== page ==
Written by Margaret McHugh; originally published Spring 2012
With its snowy winter, soppy spring, hurricane-ending summer, and a freaky fall nor’easter, 2011 was tough on trees.
In October 2011, trees in full foliage cracked under wet snow and high winds. Toppled trees and broken limbs took down power lines, blocked roads, and damaged cars and homes across the northeast.
The damage, with costs estimated in the billions of dollars, underscores the importance of monitoring the health of trees. “With most of the trees that came down, you could have predicted the tree had a problem had they been inspected by a qualified arborist prior to the storm,” said Steve Chisholm, a third-generation arborist.
Chisholm and fellow licensed tree expert, Ted Szczawinski, teach an arborist training and landscape course titled Hazardous Tree Identification at Rutgers University’s Office of Continuing Professional Education. The course helps arborists, landscapers, shade tree commission volunteers, and others identify hazards and learn ways to prevent and fix problems.
While severe weather can damage even healthy trees, factors such as improper pruning, structural defects, pest infestation, and disease can weaken trees and contribute to their demise.
“Most trees don’t fail because of one problem. It’s usually a combination of several factors,” Chisholm said. Crews from Chisholm’s Aspen Tree Expert Co., Inc., based in Jackson, worked 16-hour days clearing trees to help restore power to North Jersey after the Oct. 28 snowstorm.
Some causes of hazardous trees are manmade, like when certain species are planted too close to roads, power lines, and structures. While oaks and hickories are sturdy and less prone to defects, species including willows, poplars, sassafras, and silver maples are “weak-wooded, and you wouldn’t want them close to a building,” Chisholm warned.
Szczawinski said his home lost power in the nor’easter when a 230-year-old red oak tree in North Caldwell toppled. A road had been built within a foot of the massive tree, causing its roots to fail over time, he said.
Improper pruning also weakens trees and can turn them into hazards, said Szczawinski, an arboricultural instructor for over 20 years and dean of students at the Bergen County Technical High School.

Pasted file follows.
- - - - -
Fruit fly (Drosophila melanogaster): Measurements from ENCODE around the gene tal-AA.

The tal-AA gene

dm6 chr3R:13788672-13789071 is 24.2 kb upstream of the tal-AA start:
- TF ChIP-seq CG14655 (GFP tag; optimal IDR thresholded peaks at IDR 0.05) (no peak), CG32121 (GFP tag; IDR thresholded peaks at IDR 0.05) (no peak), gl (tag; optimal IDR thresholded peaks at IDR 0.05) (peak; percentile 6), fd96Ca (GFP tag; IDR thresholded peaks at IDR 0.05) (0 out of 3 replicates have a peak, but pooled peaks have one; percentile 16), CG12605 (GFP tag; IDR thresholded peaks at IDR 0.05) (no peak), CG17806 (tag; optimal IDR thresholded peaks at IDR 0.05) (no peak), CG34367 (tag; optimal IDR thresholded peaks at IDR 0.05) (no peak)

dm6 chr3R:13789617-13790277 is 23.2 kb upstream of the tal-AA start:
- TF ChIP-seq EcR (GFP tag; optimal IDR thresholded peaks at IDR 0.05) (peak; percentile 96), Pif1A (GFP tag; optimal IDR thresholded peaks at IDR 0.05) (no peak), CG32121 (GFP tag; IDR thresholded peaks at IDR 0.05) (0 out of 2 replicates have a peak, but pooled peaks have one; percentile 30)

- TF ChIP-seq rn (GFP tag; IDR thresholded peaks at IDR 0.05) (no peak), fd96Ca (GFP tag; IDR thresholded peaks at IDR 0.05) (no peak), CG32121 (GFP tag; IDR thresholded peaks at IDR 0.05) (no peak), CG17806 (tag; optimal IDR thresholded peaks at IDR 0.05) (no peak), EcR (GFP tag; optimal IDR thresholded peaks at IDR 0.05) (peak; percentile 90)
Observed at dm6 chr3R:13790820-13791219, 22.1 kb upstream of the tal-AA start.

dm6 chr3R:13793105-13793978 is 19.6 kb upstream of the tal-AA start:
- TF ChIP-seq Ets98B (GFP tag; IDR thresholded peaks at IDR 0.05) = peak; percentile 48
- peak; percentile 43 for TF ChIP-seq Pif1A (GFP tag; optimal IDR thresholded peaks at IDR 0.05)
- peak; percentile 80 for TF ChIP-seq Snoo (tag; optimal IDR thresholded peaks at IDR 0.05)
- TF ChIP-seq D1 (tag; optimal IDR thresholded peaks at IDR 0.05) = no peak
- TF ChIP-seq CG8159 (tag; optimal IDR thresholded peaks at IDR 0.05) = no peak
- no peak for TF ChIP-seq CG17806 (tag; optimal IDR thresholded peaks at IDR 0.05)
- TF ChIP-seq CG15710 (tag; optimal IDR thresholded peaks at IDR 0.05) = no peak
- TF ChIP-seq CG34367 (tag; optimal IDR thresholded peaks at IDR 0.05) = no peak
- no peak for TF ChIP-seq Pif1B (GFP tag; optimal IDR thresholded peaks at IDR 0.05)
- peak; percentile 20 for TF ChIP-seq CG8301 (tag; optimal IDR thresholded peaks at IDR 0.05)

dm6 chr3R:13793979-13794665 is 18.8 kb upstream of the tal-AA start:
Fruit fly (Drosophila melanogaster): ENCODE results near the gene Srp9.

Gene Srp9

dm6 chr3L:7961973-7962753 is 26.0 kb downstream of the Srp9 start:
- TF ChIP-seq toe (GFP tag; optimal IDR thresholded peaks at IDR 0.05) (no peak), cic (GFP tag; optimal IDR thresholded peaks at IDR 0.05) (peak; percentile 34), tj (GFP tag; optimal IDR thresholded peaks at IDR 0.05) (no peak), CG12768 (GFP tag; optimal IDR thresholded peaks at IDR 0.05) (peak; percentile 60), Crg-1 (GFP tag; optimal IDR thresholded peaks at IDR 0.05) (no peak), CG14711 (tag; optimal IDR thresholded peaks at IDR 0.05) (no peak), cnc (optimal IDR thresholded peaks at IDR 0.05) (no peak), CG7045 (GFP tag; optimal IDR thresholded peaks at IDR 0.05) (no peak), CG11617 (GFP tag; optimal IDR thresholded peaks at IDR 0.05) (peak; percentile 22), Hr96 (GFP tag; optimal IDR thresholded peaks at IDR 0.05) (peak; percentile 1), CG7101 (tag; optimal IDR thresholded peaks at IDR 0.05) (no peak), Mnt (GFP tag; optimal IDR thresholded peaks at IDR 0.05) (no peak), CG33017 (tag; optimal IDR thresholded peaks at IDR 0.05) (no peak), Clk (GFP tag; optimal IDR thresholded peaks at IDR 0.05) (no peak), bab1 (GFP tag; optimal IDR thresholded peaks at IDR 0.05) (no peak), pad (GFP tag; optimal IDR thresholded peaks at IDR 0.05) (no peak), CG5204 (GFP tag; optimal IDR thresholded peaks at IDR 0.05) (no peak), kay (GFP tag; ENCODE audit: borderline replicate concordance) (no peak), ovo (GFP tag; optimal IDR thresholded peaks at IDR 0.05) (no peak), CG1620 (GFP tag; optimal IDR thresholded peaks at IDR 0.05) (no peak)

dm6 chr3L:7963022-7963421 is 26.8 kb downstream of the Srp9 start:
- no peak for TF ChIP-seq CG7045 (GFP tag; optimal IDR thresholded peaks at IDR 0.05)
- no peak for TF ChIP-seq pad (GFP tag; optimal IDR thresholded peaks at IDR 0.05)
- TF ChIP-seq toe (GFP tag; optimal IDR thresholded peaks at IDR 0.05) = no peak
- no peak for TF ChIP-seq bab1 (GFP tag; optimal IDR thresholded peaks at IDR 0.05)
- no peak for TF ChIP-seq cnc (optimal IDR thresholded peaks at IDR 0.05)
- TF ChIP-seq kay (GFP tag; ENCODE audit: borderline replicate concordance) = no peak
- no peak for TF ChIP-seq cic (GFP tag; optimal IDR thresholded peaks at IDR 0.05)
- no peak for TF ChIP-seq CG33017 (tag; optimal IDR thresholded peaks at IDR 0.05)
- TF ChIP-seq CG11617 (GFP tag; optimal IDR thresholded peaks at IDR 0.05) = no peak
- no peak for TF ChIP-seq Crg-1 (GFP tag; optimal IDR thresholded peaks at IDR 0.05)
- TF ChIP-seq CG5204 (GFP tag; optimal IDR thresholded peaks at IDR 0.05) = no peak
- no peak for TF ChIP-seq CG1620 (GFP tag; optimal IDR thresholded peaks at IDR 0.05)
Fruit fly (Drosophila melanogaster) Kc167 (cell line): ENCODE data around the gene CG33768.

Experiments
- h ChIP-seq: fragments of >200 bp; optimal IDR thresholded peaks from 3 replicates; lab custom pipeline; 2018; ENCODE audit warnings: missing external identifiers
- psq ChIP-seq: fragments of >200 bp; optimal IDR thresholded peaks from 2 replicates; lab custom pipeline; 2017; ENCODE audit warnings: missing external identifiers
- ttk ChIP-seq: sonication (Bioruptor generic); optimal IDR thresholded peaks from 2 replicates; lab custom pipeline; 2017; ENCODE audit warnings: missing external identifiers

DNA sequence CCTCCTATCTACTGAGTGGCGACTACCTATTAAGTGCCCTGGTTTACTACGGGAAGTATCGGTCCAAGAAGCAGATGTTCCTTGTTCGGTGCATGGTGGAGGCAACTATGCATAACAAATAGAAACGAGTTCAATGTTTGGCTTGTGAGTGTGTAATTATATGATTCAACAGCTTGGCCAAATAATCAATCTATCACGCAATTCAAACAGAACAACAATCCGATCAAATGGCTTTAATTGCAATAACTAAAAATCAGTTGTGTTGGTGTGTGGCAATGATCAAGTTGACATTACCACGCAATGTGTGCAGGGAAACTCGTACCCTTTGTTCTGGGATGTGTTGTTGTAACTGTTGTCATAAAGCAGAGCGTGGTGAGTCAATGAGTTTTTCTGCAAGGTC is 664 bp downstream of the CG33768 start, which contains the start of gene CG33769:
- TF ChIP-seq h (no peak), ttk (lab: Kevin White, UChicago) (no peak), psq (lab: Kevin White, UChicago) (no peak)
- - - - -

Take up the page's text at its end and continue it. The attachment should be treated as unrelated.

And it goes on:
Like people, trees require checkups to stay healthy. Szczawinski said, “You assess, and then mitigate if needed.” A member of the Little Falls’ shade tree commission, Szczawinski said the town’s trees survived the October nor’easter well “because we are ahead of the curve on most hazards.”
Szczawinski is concerned that storm damage has demonized trees. “Some people now think trees are dangerous, and the knee-jerk reaction is to remove every tree,” he said. But removal is not always necessary, and can actually create a hazardous condition if, for example, the tree had been protecting a home. Proper pruning or installing cables for support often can correct the problem, he said.
Assessment is key, but so is having a skilled specialist maintain trees. Too often, the poor maintenance of trees is the culprit, Chisholm said.
There are times, of course, when even the most prudent caretaking can’t prevent loss. One of Chisholm’s clients in Allentown lost seven big oak trees when a lake overflowed onto their property during Hurricane Irene. The super-saturated ground acted like a lubricant, allowing winds to topple the trees, he explained. And, as if to add insult to injury, the one tree Chisholm had identified before the storm as needing to be removed was among the five survivors.
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